There were several important limitations to this study. Twenty P. falciparum isolates did not amplify either wild type or K76T alleles and it is not possible to exclude the presence of other rare resistance alleles such as SVMNK that were not assessed. None of these twenty isolates produced valid copy number estimates, and they do not modify our primary conclusions that pfmdr1 amplification may be more common among subclinical infections, and that that wild type pfcrt remains rare in these three regions of Myanmar.
The precision of pfmdr1 CN estimates determined from subclinical infections was low for 44% of isolates, and 16% of isolates had DNA concentrations below the lower limit of reliable copy number determination, even after four-fold DNA concentration with glycogen-acetate precipitation. As noted above, future studies are necessary to validate the use of filter-paper samples to estimate gene CN from low-parasitaemia isolates such as those collected from subclinical infections. This study was not designed to elucidate the mechanisms or relative contributions of factors influencing the prevalence of resistant parasites in subclinical populations. For example, clonality of infection was not determined and parasite DNA from prior infections was unavailable to distinguish re-infection from recrudescence.
The cross-sectional design limits causal inference, and findings related to measures of association should be considered preliminary, as noted above. Study participants lived in areas where quality malaria control services were ongoing for three to 8 years, and findings may not apply to intervention-naïve populations. Samples were collected in 2008–2009 and may not reflect the prevalence of resistance markers in 2012. For example, areas of western Thailand north of Maesot, immediately across the border from one of the present study sites, experienced a sharp rise in the proportion of slow-clearing parasites between 2008–10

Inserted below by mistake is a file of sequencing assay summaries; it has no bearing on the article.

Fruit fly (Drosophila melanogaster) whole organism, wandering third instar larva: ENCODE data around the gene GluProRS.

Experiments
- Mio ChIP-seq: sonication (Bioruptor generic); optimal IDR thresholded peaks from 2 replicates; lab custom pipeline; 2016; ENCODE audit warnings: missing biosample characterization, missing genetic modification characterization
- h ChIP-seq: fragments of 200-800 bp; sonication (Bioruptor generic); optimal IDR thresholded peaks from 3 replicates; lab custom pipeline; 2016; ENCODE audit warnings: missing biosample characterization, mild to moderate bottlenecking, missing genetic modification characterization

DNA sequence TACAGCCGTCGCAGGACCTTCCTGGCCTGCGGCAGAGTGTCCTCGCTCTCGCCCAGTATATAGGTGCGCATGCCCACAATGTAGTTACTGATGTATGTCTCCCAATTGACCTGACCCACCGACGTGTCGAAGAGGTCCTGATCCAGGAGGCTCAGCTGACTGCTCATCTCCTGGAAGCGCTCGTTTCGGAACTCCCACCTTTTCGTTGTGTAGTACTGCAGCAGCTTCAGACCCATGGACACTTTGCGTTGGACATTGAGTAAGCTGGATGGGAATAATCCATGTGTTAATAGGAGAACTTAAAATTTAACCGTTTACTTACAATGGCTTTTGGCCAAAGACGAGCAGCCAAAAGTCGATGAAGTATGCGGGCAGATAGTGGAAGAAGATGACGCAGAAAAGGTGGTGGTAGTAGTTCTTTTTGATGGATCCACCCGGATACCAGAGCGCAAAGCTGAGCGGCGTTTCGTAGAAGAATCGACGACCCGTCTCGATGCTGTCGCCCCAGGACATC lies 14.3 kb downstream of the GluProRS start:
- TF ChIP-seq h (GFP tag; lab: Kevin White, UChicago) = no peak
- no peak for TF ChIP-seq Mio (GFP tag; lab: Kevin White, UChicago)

The number of P. falciparum-positive isolates (290) was lower than anticipated by the study design (540) despite screening 4,591 villagers and 988 febrile clinical patients. Logistical constraints delayed data collection in Karen and Kachin areas until the lower-transmission, dry-season months of February and March, with extended clinical sampling through June. The study was conducted in areas of active malaria control, and the success of these programmes likely contributed to the low prevalence of P. falciparum and low RDT positivity rates. The smaller than anticipated number of P. falciparum positive samples limited the precision of estimates of genotype prevalence in subclinical and clinical infections, and poor statistical power precluded comparisons across geographic regions. Nevertheless, the number of isolates available for genotyping compares favourably to studies conducted in more stable areas, and data from individuals with subclinical P. falciparum infections is unique among published studies from this region.